In early childhood mental health, bilingual counselors in short supply

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Amanda Rios is a psychologist and therapist who works with Latino youth at the Center of Relational Empowerment, where cultural competency training is required.

Photo by Michelle Kanaar

Amanda Rios is a psychologist and therapist who works with Latino youth at the Center of Relational Empowerment, where cultural competency training is required.

Dr. Virginia Quiñónez first realized the urgent need for bilingual mental health care providers after it took her weeks to find a psychiatrist for one Latino family in Chicago – a city where over a quarter of the population identifies as Latino.

Quiñónez is the director of educational effectiveness at the Chicago School of Professional Psychology. She’s seen firsthand the impact of having – or not having – mental health providers who clients can relate to.

“We need to get mental health providers who understand their clients, and that starts with getting someone who speaks their language,” Quiñónez said.

But in a recent survey of Illinois’ early childhood mental health consultants, only 19 percent said they used a language other than English in their work.

The shortage of bilingual mental health providers in the state particularly hurts Latinos, the demographic group most likely to speak a language other than English at home, and who are nationally almost twenty percent less likely to access mental health services than non-Latinos when facing serious psychological distress.

This gap isn’t just caused by a language barrier. For many, there’s a cultural barrier as well.

According to the survey, 77 percent of consultants were white. Cultural competency training, which Quiñónez describes as “learning about others groups so you can understand their reality and approach it from their point of view,” is often not required.

Some of Quiñónez’s Latino clients have previously tried, unsuccessfully, to work with providers of another ethnicity who have not received this training. At best, it led to frustration. At worst, they were misdiagnosed.

“Clients saying that they saw a spirit can lead them to be diagnosed with a serious mental health disorder, when it is common with Latinos to see this as a way of being connected to relatives who may have passed away,” she said. “It is a misdiagnosis because of the lack of understanding.”

Dr. Amanda Rios is a psychologist and therapist who works with Latino youth at the Center of Relational Empowerment, where cultural competency training is a requirement. Half-Venezuelan, her familiar last name has drawn in young clients looking for a therapist they can relate to.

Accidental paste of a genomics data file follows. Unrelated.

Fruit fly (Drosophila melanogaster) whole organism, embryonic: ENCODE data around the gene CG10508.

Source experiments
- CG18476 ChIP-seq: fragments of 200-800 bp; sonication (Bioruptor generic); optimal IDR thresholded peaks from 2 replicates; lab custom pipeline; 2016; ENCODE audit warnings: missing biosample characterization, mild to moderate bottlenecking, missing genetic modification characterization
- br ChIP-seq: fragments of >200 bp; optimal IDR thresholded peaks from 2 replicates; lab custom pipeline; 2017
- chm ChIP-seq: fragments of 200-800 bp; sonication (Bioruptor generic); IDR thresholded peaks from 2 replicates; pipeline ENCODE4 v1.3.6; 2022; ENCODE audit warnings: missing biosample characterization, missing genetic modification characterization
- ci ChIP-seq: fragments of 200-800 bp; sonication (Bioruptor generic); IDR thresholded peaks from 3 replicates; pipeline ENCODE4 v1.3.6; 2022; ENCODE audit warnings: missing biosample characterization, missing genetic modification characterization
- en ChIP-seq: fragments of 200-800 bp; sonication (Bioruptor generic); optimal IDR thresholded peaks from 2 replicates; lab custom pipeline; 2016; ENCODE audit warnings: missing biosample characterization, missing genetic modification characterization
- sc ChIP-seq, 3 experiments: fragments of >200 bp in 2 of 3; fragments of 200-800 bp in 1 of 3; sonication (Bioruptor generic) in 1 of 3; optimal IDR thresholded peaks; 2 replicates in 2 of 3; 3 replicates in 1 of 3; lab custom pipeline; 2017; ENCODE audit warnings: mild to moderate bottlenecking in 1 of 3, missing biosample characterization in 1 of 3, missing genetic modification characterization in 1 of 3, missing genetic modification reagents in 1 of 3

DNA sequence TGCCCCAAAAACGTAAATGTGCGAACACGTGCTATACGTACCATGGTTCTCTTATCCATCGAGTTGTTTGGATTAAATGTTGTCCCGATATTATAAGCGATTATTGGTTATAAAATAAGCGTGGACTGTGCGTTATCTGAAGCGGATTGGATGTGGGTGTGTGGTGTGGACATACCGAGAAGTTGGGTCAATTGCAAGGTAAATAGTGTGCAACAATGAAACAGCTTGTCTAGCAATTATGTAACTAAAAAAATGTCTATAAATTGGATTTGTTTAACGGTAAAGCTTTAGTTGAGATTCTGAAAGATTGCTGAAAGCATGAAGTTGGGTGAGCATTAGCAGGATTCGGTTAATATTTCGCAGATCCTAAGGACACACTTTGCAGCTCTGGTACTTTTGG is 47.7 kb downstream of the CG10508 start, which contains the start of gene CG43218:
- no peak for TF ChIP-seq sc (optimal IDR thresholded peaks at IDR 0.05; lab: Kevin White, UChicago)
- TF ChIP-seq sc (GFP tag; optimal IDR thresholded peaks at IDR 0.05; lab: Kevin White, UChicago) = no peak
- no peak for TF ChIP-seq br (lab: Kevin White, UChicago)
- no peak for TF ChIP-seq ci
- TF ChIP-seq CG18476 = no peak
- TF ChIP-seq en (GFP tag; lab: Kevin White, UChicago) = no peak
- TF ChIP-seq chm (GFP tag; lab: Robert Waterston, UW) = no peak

She says even something as seemingly innocuous as being able to correctly pronounce a last name during an intake can make or break a client’s trust.

“If their therapist doesn’t understand the neighborhood that they live in, family structure and rituals, then when that child talks to the therapist they’re not going to be convinced that this person has any idea where they are coming from,” Rios said.

Like Quiñónez, she’s seen her fair share of misdiagnoses and misinterpretations. A kid acting up in school gets labeled with ADHD when its anxiety.  A student’s learning disability gets written off as a behavioral problem.

And when these diagnosis are brought up to families, the need for bilingual and culturally competent providers reveals itself even more.

During Rios’ time working at elementary schools, she saw Spanish-speaking guardians struggling to comprehend meetings conducted in English about their child’s behavior.

This was compounded by teachers and school staff’s misunderstandings of a family’s actions. When a guardian was reluctant or unavailable to meet it was interpreted as apathy. In reality, many were embarrassed of their limited English skills or were unable to take any time off of work.

Without a correct diagnosis and the ability to involve the family, kids who need help fall through the cracks, with slipping grades and an increased risk for high-risk behaviors and violence.

Even with these factors, many mental health services are located outside of the neighborhood, putting money and time for travel into the equation. If there is a center with affordable, quality services within a family’s neighborhood the waitlist often spans for weeks.

“Without proper mental health services, kids seek out other ways of getting help, not always in a healthy way,” Rios said.

In recent year there has been a push to increase Latino access to mental health services throughout Illinois.

Quiñónez’s school’s Center for Latino Mental Health received a grant from the Chicago Community Trust in 2009. The grant was used to launch a new initiative, the Latino Mental Health Providers Network, which works to increase the number of culturally competent mental health providers through workshops and mentorship programs.

More recently, a state-wide early-childhood mental health plan was proposed by Chicago’s Irving Harris Foundation. At the top of the plan’s priority list: increase the number of mental health consultants of color. It will provide incentives for people of color to go into the mental health field; with more consultants of color naturally comes a wider spectrum of lingual and cultural backgrounds.

Additionally, the plan will spend the next two years analyzing and utilizing the best ways to reach marginalized groups that currently do not have easily accessible and affordable mental health care. This is more than simply translating current resources into Spanish.

“Different cultures view mental health differently, and we need to be aware of that,” said Denise Castillo Dell Isola, a Program Officer at Irving Harris. “The hope is that we bring more people of color into the workforce so that the workforce is reflecting the population of people who are served.”